Dave Bittner: [00:08:26:10] Two problems have appeared on the consumer data security front. Comcast is reported to have rendered customers' Wi-Fi passwords relatively easy to compromise. The issue was found in the cable giant's Xfinity activation site. The problem is, as the researchers who found it explained to ZDNet, that it's possible for someone to activate an account that's already active. The information needed to do so is minimal, and it's not verified by text or email. Finally, Comcast was sending the wireless name and password in plain text. Comcast took the service down promptly once it was alerted to the problem.

Dave Bittner: [00:09:05:22] The TeenSafe tracking app that lets parents keep tabs on what their kid is doing online has apparently left thousands of customer accounts exposed through an inadvertently misconfigured AWS bucket. TeenSafe has secured the database, and is in the process of notifying affected customers, and of investigating whether any of the data may have been stolen.

Dave Bittner: [00:09:28:24] Researchers at Kaspersky Labs are describing the evolution of the mostly-mobile Trojan Roaming Mantis. It began as a banking Trojan, but now it's evolved. Roaming Mantis has acquired both phishing and cryptojacking functionality. It's fluent in a remarkable range of languages: Arabic, Armenian, Bulgarian, Bengali, Chinese, both traditional and simplified, Czech, English, Georgian, German, Hebrew, Hindi, Indonesian, Italian, Japanese, Korean, Malay, Polish, Portuguese, Russian, Serbo-Croatian, Spanish, Tagalog, Thai, Turkish, Ukrainian and Vietnamese. Did we mention English? English.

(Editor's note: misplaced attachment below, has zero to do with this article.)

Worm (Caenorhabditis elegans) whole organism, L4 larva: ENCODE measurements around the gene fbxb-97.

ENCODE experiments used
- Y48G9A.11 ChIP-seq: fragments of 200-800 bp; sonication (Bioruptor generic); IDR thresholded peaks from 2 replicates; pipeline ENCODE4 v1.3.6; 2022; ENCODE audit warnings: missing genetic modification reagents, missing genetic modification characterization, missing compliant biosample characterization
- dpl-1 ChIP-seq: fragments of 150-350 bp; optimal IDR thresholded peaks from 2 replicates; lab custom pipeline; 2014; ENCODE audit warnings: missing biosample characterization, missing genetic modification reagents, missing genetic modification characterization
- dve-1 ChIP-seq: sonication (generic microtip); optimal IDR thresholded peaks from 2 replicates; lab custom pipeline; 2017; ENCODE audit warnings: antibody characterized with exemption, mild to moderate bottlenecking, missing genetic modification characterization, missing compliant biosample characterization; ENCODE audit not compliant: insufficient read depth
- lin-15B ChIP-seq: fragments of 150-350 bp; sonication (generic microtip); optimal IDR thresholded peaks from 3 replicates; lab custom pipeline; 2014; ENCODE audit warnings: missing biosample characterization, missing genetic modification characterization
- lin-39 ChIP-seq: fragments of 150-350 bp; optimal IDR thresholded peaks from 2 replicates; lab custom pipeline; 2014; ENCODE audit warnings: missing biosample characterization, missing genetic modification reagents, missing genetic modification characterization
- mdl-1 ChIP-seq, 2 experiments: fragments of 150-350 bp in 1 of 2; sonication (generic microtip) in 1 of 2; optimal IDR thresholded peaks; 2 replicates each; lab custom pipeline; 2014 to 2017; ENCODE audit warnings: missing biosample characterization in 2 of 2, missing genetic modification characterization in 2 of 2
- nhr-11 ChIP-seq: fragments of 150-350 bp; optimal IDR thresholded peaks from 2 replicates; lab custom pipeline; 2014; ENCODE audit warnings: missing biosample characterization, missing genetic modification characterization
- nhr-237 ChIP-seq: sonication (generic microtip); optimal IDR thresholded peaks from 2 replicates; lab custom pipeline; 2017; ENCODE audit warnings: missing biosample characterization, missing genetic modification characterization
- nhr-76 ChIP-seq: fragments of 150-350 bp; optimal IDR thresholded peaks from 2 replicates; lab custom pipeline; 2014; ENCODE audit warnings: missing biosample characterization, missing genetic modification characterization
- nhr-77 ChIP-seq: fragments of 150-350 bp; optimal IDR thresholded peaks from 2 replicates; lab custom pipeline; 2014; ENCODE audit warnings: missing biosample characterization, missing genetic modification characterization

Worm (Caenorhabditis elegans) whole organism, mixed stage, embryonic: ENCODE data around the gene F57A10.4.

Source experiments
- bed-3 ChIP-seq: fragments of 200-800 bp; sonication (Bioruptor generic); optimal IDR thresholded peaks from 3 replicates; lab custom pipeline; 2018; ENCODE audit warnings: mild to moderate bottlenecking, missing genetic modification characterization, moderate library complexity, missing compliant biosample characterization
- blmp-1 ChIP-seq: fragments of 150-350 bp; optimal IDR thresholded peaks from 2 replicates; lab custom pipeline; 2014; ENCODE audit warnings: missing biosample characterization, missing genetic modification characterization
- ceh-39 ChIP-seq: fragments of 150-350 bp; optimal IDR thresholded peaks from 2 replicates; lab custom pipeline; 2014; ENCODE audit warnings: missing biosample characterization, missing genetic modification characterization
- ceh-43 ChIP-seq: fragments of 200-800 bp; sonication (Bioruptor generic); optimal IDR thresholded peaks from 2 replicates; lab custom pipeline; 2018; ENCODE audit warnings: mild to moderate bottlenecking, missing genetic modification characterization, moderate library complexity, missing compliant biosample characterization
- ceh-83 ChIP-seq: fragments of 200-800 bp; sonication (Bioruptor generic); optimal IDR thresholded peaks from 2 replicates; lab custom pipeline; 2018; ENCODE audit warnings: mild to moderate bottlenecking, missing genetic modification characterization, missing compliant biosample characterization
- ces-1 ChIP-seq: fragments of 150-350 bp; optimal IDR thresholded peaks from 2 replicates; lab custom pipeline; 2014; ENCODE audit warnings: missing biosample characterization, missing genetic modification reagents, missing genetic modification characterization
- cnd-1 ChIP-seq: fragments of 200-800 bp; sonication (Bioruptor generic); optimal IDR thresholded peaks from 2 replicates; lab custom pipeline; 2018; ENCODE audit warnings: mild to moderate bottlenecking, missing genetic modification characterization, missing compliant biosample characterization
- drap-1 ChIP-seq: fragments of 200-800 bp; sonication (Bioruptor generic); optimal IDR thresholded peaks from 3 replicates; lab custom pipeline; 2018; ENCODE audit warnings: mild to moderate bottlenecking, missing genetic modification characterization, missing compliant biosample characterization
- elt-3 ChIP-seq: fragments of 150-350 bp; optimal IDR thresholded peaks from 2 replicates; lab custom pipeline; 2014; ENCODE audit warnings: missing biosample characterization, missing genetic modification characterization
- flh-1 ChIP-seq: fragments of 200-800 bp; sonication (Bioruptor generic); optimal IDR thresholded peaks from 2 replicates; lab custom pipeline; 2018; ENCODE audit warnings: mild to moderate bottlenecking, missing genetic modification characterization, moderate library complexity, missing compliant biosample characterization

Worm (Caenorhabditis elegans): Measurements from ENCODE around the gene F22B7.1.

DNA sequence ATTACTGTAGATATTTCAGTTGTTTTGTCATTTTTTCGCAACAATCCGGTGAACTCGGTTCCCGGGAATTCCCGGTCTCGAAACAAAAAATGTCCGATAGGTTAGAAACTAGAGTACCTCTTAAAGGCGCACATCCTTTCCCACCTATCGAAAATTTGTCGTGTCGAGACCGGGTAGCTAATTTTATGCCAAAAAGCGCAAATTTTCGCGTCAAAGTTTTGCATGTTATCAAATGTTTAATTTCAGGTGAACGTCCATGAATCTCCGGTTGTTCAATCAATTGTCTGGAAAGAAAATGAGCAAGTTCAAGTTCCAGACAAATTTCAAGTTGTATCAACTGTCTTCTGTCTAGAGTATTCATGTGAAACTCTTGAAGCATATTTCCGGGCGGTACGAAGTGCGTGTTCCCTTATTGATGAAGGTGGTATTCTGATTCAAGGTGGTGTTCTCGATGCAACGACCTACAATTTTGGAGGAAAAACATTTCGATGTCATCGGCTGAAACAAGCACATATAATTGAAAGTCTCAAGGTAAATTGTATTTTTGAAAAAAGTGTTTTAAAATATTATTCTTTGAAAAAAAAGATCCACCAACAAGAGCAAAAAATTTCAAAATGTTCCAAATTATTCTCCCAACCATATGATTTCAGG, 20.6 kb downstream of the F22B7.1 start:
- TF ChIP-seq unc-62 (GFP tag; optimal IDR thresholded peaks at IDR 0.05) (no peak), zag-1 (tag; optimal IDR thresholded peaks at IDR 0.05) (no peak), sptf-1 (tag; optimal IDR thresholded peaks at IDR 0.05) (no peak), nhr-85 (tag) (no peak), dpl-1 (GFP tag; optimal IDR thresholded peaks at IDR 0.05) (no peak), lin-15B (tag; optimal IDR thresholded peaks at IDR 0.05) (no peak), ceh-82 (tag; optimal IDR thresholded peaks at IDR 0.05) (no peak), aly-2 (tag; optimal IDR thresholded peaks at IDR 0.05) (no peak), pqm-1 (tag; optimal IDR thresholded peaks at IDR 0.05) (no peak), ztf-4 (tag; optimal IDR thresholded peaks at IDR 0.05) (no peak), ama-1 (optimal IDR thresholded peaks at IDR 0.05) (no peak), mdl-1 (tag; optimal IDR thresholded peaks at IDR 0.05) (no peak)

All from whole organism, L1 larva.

Dave Bittner: [00:10:09:13] The still-upcoming US-North Korean summit may have another item on the agenda in addition to North Korean nuclear weapons. Advisors to President Trump are considering urging that discussions of cyber operations be placed on the table as well. The DPRK has remained active in cybercrime. Recent estimates suggest that some $650 million have been stolen since Kim Jong-Un's ascension to power in 2011.

Dave Bittner: [00:10:36:00] US officials are concerned about securing their own communications channels, and the channels they intend to use in working with their South Korean allies. It's widely believed that those communications will receive considerable hostile attention from Pyongyang's espionage services prior to and during the summit.

Dave Bittner: [00:10:55:04] Three other nation-state big dogs aren't barking right now, but there's speculation that they may do so soon. Speculation in the UK holds that Russia's restraint from attacking British infrastructure is temporary. The World Cup is hosted in Russia this year and once it's over, analysts expect the Bears to begin dancing and prancing through Blighty again. The BBC doesn't put it quite like that, but such is the gist of what people are thinking. Cozy and Fancy, we hardly knew ye, and that was OK.

Dave Bittner: [00:11:28:15] Iran's widely anticipated reprisals against the US for withdrawing from the nuclear deal are also yet to materialize. In Tehran's case, however, the night is still young.